In 2016, GE was looking to draw the public’s attention to the game-changing improvements a new jet engine material could offer.
To accomplish that goal, they didn’t go the traditional route of producing sample jet engine parts. Instead, they made a hot sauce.
With the help of Thrillist and hot sauce maker High River Sauces, a sauce called 10^32K was born. The name is a tongue-in-cheek reference to the temperature in Kelvins at which all matter breaks down.
It came in a tube made of silicon carbide, the key building block for this jet engine material, called ceramic matrix composites (CMCs). Not only did that silicon carbide tube prevent the sauce from losing its heat and flavor, but it also represented what CMCs could do inside a jet engine: withstand the heat.
Today, GE engineers see CMC parts flying in commercial engines all over the world. And these ceramic parts aren’t a clever marketing gimmick. GE boasts the industry’s first and only integrated CMC supply chain and has already churned out hundreds of thousands of these parts to beat the heat in the hottest areas of today’s engines.
CMCs benefit engine performance in three areas in comparison to their traditional metal counterparts:
Heat resistance – able to withstand up to 500 degrees (F) more heat
Weight – as much as one-third the weight of metal counterparts
Durability – stronger and longer lasting
Those qualities add up to a super material enabling more efficient, more durable jet engines. If you’re a design engineer, those attributes are sure to grab your attention—much like a scorching hot sauce.
GE’s CMC turbine shrouds surpassed 10 million hours in flight in the hottest section of the CFM* LEAP engine in 2021, and more than 100,000 of those turbine shrouds have been produced at scale at a state-of-the-art production facility in Asheville, North Carolina. The world’s largest commercial engine, the GE9X, has five different CMC parts in its hot section.
GE’s XA100 is unlike any engine in jet propulsion history. It’s engineered to switch between high-thrust and high-efficiency modes, allowing it to adapt to just about any situation a military jet could encounter in the air. In December 2020, it became the first ever flight-weight, three-stream adaptive cycle engine to fire up.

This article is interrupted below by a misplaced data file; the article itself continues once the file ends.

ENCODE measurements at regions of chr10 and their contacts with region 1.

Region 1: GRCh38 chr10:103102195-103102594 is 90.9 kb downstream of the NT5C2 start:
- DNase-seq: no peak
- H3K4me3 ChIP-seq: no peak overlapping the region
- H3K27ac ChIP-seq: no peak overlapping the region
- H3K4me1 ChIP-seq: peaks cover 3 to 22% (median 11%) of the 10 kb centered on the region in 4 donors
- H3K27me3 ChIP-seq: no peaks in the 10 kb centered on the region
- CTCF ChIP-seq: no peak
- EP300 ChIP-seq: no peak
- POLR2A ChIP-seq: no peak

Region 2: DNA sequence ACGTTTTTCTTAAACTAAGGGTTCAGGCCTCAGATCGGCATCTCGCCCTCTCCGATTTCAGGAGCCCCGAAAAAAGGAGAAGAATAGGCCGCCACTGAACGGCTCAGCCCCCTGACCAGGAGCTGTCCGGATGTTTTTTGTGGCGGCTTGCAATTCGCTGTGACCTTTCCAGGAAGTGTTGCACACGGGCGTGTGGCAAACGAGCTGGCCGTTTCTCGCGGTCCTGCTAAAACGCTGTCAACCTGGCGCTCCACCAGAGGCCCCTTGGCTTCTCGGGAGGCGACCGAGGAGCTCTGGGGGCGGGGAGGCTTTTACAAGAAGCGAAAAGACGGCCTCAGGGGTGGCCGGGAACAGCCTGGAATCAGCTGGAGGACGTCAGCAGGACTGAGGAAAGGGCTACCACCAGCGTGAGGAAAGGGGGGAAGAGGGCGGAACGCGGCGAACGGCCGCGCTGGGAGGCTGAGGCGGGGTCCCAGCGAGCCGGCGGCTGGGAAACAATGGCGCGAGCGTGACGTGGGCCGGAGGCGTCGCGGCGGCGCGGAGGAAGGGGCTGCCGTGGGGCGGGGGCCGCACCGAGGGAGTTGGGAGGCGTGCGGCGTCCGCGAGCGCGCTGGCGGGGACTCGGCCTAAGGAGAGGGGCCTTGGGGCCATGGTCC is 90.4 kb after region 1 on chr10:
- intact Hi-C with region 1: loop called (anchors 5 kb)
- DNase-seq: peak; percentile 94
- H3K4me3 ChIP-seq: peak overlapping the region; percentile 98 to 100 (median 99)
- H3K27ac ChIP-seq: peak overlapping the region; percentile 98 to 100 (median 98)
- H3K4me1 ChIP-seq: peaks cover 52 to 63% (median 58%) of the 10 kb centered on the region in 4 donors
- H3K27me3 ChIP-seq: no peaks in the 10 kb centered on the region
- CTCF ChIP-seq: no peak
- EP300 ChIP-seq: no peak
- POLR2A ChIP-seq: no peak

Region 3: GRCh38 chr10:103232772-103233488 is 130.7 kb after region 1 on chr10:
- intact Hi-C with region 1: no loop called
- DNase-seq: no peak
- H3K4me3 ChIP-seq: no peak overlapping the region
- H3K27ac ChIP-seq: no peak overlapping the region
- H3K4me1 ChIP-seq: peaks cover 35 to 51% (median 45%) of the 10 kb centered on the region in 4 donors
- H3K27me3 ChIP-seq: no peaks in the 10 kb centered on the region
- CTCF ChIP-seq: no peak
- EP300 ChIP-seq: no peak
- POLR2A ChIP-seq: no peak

The XA100 is sized and optimized for the Lockheed Martin F-35. Using traditional materials, it would’ve been a tall order to create an engine with 25% better fuel efficiency, 10%+ better thrust, and significantly more thermal management capability. But the XA100’s CMC parts help change that.
“The XA100 makes the most extensive use of CMCs of any commercial or military engine. CMC parts help us unlock the weight savings and thermal efficiency to achieve transformational performance in a package sized for the F-35,” says David Tweedie, GE Edison Works’ general manager for Advanced Combat Engines.
“GE knows how to do metal parts. We’ve been optimizing them for as long as we’ve made engines,” Ernesto Vallejo, an XA100 design engineer working directly with CMCs parts, says. “CMCs are the next frontier. The extra flexibility you get when designing with CMCs is a big part of what makes this [XA100] design more revolutionary and more exciting than any fighter engine out there.”
Incorporating this super-material into the engine was part of the plan all along. GE’s prototype engine for the Air Force’s ADVENT program, a program that led to the XA100, set a world record for the highest combined compressor and turbine temperatures thanks in part to CMCs. GE also ran the world’s first rotating CMC blades inside an F414 engine validating the material’s ability to withstand the challenging environment inside a high-performance military engine through 1,000 cycles of testing.
For fighter aircraft like the F-35, increased durability in hot and harsh conditions is critical. As researchers at the GE Research Center in Upstate New York looked to illustrate the toughness of a CMC part, they decided to do some shooting—both with a camera, and with a steel ball aimed at a CMC and non-CMC plates.
“GE is a leader here. We’ve got a lot of experience already, but we’re still charting new territory to see where CMCs could take us,” Vallejo added. “It’s just an impressive technology. When we have visitors to see our operation, ‘wow’ is a pretty typical response.”
Once considered a far-fetched idea, GE’s bet on ceramic matrix composite (CMC) technology is now considered a success story—and a centerpiece technology for future engine programs.
The best part? Engineers are only scratching the surface of applications for CMCs, meaning you’ll likely see even more engines incorporating this technology in the future.
*The LEAP engine is a product of CFM International, a 50/50 joint company between GE and Safran Aircraft Engines.
The XA100 is a product of GE Edison Works, a business unit dedicated to the research, development, and production of advanced military solutions. This business unit has full responsibility for strategy, innovation, and execution of advanced programs.